CHAMPAIGN. – The first comprehensive U.S. exhibition of the work of Japanese architect Kengo Kuma will be on view from Friday through Nov. 15 at I space, the Chicago gallery of the University of Illinois.
"Material Immaterial: The Architecture of Kengo Kuma" will feature photographic displays, full-scale artifacts, a multimedia presentation and a small tea pavilion design by Kuma, who is considered to be among the world's leading contemporary architects. The exhibition is curated by Kevin Erickson, a professor of architecture at Illinois.
CHAMPAIGN – The images on the computer screen looked like something out of a horror movie. Giant jaws. A long, barbed extension. Claws covered with setae, or stiff, hair-like bristles.
"Grasshoppers have claws?" asked a student in Sheila Kirby's eighth-grade science class at Judah Christian School.
"That is so cool," another said.
Kirby's class was getting a close-up look at teeny, tiny bug parts, thanks to Bugscope, a project of the University of Illinois' Beckman Institute. The project makes a powerful electron microscope available to schools via the Internet.
URBANA – University of Illinois President B. Joseph White emailed UI staffers Monday to tell them they were free to show their political colors.
A previous newsletter had warned UI employees about state law governing political activities.
CHAMPAIGN – It's early Sunday morning, but Bertha Gonzalez has been up since the wee hours, getting ready to visit her sister, Yesenia, a University of Illinois freshman. Gonzalez began her trek from Chicago to Champaign around 6 a.m. and, not surprisingly, didn't find much traffic coming south.
What she found in Champaign, though, was a different kind of traffic jam.
About 350 Latino students from the University of Illinois and their extended families clustered into a gym at the UI Activities and Recreation Center on Sunday to take part in the sixth annual Latina/Latino Family Visit Day, a day of tours, talks and familial bonding for Hispanic students new to the UI.
URBANA – Three University of Illinois alumni who are published authors will be part of the Writers Come Home presentation taking place on Friday in connection with UI homecoming festivities.
Beginning at 4 p.m. Friday in the Alice Campbell Alumni Center, 601 S. Lincoln Ave., U, they will talk about their books. Afterward, they will sign copies and mingle with guests at an hors d'oeuvres reception featuring piano music by Rick Murphy, music director at University High School in Urbana.
URBANA – John Lockard will be the first to admit that dumb luck often makes police detectives successful.
"There's no doubt about it. But you make your own luck," the seasoned police officer said.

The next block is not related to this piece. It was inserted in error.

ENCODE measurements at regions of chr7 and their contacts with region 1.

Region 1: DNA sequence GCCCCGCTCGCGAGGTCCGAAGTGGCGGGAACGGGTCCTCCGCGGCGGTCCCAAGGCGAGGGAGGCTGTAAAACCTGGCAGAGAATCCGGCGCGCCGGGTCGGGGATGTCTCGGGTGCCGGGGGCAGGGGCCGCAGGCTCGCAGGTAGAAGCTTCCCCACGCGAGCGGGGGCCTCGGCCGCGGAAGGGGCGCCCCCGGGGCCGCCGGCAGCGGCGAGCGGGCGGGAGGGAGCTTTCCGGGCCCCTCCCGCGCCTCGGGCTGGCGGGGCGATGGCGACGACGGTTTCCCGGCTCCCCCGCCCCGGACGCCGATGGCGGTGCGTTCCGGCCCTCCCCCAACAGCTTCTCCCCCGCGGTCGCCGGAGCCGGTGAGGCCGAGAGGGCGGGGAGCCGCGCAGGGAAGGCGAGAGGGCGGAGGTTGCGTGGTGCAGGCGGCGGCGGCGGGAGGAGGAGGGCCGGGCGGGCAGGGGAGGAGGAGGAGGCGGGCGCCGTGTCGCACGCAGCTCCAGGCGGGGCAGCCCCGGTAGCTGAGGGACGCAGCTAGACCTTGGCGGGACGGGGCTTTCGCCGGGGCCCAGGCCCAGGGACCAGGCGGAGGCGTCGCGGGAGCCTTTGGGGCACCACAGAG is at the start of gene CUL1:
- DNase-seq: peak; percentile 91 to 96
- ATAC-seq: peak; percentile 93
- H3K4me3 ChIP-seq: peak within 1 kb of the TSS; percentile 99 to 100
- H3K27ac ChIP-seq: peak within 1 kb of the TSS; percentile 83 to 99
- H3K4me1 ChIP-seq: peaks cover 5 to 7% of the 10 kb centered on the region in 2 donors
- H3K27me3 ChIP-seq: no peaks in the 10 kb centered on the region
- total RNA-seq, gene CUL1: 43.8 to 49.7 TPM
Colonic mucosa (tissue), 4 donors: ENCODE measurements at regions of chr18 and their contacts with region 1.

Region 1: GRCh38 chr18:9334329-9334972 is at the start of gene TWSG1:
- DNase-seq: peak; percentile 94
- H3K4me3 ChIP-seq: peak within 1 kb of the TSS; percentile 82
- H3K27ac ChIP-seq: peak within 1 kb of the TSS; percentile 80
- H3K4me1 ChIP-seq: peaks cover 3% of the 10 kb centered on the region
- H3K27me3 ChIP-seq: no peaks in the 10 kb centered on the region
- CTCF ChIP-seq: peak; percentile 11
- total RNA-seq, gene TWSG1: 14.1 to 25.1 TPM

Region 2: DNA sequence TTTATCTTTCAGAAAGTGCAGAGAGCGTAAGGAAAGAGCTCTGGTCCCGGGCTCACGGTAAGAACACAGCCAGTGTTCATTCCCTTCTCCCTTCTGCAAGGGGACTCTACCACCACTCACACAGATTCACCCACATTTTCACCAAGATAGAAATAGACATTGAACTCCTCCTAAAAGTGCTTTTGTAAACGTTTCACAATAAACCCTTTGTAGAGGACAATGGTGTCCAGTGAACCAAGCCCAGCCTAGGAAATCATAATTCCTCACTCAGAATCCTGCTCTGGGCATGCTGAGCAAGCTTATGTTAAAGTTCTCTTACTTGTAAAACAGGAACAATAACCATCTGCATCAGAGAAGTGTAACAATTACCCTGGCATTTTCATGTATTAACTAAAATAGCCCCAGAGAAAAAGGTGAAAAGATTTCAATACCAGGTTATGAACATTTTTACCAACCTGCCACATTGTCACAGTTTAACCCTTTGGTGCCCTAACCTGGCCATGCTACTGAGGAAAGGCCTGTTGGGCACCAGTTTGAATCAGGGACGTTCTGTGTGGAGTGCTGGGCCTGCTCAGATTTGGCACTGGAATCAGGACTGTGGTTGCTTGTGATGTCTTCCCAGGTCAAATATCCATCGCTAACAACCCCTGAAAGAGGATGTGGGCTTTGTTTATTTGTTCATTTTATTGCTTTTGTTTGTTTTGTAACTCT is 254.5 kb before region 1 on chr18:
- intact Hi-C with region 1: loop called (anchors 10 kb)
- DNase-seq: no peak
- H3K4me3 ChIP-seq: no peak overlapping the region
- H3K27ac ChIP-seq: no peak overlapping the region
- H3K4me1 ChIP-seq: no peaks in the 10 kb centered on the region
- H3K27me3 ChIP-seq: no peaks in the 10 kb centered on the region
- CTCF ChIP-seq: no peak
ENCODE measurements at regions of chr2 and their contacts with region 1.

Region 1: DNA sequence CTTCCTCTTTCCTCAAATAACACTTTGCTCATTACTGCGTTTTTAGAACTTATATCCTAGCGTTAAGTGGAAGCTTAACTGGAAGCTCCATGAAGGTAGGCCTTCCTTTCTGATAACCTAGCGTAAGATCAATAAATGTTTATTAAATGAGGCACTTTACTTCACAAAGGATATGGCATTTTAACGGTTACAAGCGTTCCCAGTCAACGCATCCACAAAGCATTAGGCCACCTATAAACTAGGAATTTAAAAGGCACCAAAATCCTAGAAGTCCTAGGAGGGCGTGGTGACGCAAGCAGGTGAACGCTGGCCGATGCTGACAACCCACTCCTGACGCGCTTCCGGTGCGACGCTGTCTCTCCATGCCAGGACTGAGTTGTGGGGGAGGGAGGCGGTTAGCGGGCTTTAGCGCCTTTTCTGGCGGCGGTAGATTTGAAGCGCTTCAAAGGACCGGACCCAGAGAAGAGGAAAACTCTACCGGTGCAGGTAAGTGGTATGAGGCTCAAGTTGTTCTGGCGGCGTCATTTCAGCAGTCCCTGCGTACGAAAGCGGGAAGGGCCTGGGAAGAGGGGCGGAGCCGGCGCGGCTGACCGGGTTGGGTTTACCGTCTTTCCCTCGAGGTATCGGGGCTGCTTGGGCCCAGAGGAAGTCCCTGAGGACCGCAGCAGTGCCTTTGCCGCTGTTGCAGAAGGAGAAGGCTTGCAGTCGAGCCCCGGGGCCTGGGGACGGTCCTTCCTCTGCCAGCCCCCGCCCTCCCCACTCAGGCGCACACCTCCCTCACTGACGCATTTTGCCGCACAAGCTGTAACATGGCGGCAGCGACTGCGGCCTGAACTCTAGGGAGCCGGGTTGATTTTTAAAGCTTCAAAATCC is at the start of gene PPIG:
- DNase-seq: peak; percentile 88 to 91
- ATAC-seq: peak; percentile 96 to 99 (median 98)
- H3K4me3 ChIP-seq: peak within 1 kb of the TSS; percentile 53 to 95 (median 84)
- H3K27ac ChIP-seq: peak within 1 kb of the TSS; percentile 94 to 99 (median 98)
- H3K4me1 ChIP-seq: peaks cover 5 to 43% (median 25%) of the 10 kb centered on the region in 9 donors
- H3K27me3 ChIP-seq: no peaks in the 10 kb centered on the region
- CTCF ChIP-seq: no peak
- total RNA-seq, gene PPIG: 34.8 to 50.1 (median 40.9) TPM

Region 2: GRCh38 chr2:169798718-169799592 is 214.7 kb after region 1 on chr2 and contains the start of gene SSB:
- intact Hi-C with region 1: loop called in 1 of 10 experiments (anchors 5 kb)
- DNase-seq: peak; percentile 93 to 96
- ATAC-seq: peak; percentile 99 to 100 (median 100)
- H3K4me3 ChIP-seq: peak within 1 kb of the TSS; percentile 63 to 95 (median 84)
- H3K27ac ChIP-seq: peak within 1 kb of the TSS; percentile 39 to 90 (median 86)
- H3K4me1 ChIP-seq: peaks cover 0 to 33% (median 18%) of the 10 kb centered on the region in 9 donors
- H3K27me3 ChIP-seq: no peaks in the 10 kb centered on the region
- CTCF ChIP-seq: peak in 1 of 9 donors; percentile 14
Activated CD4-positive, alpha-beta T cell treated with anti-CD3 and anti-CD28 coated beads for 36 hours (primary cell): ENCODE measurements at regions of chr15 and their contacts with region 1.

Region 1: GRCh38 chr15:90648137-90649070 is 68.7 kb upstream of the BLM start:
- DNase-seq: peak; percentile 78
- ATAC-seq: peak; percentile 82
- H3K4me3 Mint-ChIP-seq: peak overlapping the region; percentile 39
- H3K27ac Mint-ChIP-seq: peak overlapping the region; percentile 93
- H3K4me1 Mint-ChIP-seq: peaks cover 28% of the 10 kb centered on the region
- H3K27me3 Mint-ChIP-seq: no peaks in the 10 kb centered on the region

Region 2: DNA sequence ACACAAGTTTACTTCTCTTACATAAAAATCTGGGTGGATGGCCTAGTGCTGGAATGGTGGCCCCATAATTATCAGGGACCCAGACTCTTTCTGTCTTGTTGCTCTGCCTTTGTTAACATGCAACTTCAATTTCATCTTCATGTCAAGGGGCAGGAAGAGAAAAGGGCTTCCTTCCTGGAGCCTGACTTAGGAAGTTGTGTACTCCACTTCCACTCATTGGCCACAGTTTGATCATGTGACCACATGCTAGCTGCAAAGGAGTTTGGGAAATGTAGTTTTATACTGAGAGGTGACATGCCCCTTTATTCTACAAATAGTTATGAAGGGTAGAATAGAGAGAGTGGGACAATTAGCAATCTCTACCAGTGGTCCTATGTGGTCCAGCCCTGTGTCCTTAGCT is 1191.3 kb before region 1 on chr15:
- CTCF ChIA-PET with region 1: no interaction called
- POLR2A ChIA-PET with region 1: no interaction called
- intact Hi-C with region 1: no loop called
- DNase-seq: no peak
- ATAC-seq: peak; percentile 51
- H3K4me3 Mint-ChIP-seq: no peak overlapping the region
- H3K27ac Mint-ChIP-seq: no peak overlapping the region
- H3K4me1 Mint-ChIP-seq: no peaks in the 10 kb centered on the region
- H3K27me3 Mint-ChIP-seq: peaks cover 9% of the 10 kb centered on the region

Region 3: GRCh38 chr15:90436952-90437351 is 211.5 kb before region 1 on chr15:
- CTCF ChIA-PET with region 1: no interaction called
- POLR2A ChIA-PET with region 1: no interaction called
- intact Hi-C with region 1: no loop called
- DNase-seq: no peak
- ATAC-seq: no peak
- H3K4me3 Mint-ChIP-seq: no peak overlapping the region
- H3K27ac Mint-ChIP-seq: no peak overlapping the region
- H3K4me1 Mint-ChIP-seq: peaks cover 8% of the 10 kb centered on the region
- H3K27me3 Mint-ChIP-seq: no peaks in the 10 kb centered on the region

Lockard is being credited this week as the man who solved four rape cases in two states.
URBANA – A University of Illinois finance professor said several factors combined to produce the financial crisis that brought down several banks last month and prompted a proposed $700 billion fix from the federal government.
George Pennacchi said interest rates that were kept low too long, the practice of securitizing mortgages and federal policies subsidizing housing all contributed to the crisis.
CHAMPAIGN – The pool and fitness center aren't quite finished, the entrance is a construction zone and the lone elevator is finicky – not so fun when you live on the ninth floor or above.
All in all, though, University of Illinois junior Molly Boyd is happy with her new loft-style high-rise at 309 E. Green St.
CHAMPAIGN – A corridor study is calling for $4.8 million worth of improvements to St. Mary's Road and adjoining roads over the next 25 years, including projects to improve pedestrian and bicyclist safety.
The study, conducted by the Champaign County Regional Planning Commission over the past nine months, was requested by the University of Illinois to help the university plan for growth in the south campus, where the University of Illinois Research Park is growing rapidly, said Eric Halvorsen, a transportation planner with the commission.
CHAMPAIGN – For Mary Kalantzis and Violet Harris, planning the first-ever Youth Literature Festival for East Central Illinois has required a lot of labor. But it's work that Harris calls a "glorious burden" because it celebrates books.
The dean and associate dean, respectively, of the University of Illinois College of Education, have ambitious goals for the festival, happening Thursday, Friday and Saturday. They hope it will eventually rival Roger Ebert's Film Festival in popularity and the ability to attract people, including from out of town, and make reading central to families' lives.